“Additionally, there are also factors which strongly militate against the existence of a secret agenda.
“I am a senior judge and am fully conscious of my oath of office. I am assisted by two other senior judges whose integrity is beyond reproach. All of us know the success of this Commission depends on our credibility. It is inconceivable we would depart from the clear mandate given us by the President and pursue an unknown agenda.
“The information gathered to date by the Commission and which will be the subject of the upcoming public hearings was extracted from documents received from various sources as well as submissions from some witnesses. The sources know about the information and the Commission will be totally discredited if any of it were to be concealed or in any way manipulated.
“I have already engaged private, independent specialist investigators to probe aspects of the terms of reference in respect of which the Commission’s internal legal team does not have the requisite experience. It is inconceivable their reports would be manipulated to serve a hidden agenda.”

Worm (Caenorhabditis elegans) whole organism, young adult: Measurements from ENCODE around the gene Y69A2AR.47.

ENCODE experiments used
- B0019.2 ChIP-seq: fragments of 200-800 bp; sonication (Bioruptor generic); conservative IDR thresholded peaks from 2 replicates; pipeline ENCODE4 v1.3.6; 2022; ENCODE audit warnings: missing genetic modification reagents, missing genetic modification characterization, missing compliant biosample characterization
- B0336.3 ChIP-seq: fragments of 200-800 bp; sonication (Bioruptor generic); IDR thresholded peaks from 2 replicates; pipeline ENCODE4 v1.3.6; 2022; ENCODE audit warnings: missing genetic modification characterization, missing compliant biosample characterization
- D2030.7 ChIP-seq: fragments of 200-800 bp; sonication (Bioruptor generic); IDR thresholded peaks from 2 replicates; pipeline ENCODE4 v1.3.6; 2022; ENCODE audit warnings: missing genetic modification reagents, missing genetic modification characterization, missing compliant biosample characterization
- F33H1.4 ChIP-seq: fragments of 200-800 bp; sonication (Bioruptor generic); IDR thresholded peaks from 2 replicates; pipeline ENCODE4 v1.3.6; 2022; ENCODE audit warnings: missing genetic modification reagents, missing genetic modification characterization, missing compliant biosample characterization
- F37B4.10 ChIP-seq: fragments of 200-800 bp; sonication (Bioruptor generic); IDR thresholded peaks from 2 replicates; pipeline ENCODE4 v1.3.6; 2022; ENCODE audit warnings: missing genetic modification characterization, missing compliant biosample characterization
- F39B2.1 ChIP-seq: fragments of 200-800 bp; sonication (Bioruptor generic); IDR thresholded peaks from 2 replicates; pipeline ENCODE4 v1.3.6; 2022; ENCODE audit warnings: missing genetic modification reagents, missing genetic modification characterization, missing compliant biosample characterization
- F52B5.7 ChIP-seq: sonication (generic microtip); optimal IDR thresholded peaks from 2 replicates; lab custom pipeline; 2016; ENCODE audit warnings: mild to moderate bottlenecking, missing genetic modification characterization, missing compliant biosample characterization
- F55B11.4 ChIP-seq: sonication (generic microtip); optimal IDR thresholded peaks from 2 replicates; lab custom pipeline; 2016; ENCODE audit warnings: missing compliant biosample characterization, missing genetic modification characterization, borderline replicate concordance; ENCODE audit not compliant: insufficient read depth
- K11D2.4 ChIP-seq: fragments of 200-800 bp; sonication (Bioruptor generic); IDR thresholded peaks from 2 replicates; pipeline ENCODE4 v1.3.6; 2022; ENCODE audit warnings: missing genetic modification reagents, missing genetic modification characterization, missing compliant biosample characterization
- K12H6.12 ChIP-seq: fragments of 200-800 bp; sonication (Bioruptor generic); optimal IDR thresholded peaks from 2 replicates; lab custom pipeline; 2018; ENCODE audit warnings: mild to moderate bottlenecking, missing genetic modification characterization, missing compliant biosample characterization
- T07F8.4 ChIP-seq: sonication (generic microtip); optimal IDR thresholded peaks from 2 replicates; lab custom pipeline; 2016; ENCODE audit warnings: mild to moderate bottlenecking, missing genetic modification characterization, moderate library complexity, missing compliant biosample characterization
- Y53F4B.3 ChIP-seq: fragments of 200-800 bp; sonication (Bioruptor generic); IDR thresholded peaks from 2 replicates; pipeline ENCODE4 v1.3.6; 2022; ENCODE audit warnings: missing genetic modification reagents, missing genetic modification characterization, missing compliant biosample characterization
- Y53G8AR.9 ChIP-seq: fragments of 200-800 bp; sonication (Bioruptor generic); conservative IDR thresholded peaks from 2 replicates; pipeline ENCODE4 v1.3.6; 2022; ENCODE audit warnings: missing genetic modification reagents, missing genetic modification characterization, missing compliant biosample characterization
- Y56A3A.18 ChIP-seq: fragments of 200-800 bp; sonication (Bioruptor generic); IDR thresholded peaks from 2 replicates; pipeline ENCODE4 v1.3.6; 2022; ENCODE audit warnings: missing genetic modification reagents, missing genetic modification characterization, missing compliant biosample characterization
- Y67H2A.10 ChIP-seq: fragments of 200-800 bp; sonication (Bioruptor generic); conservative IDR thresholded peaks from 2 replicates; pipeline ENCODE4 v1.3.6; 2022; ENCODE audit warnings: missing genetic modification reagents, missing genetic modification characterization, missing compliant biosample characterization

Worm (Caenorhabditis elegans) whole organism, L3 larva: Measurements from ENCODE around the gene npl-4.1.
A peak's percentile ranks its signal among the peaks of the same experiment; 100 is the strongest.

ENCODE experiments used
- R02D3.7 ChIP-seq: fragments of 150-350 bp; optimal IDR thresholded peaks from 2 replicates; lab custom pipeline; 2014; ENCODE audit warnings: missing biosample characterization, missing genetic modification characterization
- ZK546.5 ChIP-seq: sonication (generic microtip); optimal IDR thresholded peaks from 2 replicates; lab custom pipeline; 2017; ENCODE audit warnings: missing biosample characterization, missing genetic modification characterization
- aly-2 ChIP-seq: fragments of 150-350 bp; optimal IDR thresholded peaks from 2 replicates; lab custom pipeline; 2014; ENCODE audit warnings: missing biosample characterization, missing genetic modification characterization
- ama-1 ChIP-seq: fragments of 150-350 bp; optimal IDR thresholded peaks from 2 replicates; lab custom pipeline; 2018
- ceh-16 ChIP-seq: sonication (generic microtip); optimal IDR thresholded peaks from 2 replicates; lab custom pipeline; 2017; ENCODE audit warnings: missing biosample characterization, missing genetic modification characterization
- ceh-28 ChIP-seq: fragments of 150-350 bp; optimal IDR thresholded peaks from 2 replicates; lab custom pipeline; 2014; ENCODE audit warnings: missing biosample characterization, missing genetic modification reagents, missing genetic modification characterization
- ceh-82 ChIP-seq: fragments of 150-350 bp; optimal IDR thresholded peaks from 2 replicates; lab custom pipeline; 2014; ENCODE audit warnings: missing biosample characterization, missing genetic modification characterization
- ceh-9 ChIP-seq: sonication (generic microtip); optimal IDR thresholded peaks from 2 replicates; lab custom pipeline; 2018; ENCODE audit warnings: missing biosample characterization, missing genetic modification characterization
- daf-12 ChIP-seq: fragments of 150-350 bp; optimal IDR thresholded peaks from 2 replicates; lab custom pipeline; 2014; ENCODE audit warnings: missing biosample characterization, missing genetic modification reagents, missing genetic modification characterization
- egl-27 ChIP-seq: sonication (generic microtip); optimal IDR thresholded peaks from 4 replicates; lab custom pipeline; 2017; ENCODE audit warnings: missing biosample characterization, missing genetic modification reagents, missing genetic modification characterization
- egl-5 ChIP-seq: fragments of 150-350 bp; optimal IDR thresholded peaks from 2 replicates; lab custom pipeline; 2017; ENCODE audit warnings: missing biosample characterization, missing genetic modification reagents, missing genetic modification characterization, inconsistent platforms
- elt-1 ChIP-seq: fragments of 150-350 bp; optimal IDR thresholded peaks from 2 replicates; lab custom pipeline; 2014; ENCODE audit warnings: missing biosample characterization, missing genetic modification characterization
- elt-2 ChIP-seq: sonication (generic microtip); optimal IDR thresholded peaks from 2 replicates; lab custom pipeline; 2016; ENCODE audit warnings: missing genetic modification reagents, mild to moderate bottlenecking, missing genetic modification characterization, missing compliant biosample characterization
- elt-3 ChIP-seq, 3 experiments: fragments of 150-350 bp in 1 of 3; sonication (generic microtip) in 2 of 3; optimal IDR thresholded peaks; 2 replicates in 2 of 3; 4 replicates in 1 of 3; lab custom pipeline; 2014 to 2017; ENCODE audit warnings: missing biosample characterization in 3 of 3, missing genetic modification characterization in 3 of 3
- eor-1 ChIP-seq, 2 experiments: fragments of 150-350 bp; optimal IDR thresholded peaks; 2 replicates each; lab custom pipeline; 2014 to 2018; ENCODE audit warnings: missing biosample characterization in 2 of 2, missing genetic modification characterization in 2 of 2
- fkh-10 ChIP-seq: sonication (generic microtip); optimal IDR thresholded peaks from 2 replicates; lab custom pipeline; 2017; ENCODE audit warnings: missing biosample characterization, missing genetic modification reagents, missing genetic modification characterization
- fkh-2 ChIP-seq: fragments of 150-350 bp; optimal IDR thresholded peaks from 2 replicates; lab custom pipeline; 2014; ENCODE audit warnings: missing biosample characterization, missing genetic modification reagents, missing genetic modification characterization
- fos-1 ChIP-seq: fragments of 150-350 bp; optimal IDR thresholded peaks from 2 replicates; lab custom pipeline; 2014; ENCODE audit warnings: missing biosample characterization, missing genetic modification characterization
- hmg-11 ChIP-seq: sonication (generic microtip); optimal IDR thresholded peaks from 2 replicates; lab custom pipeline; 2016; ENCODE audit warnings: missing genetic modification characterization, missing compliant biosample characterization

Seriti added he had engaged private independent legal practitioners to lead witnesses at the public hearings starting on March 4 in Pretoria.
“They will be in full control of leading evidence as well as interacting with witnesses prior to the hearings. The commission has always interacted with them in an open, transparent manner and they have no reason to doubt my bona fides. Instead they have expressed confidence in me and my fellow commissioners.”

The Commission’s ten evidence leaders said in a statement none of them ever had “instructions in any form” to further deny the existence of any second agenda.
“We have never been cajoled to have a particular outcome as far as the objectives of the Commission are concerned. We have also never been dictated to or deprived of our views in order to reach a particular envisaged outcome,” they said.

Maynier said Moabi’s resignation added to “enormous public cynicism about the arms deal following what appears to be a decade long cover-up of the biggest corruption scandal in our country.”